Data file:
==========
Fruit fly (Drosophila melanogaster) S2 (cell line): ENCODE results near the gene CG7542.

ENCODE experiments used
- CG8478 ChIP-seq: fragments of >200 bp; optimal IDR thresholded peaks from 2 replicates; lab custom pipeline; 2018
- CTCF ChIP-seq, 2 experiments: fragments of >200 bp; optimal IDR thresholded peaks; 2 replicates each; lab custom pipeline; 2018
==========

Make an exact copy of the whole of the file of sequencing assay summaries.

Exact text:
Fruit fly (Drosophila melanogaster) S2 (cell line): ENCODE results near the gene CG7542.

ENCODE experiments used
- CG8478 ChIP-seq: fragments of >200 bp; optimal IDR thresholded peaks from 2 replicates; lab custom pipeline; 2018
- CTCF ChIP-seq, 2 experiments: fragments of >200 bp; optimal IDR thresholded peaks; 2 replicates each; lab custom pipeline; 2018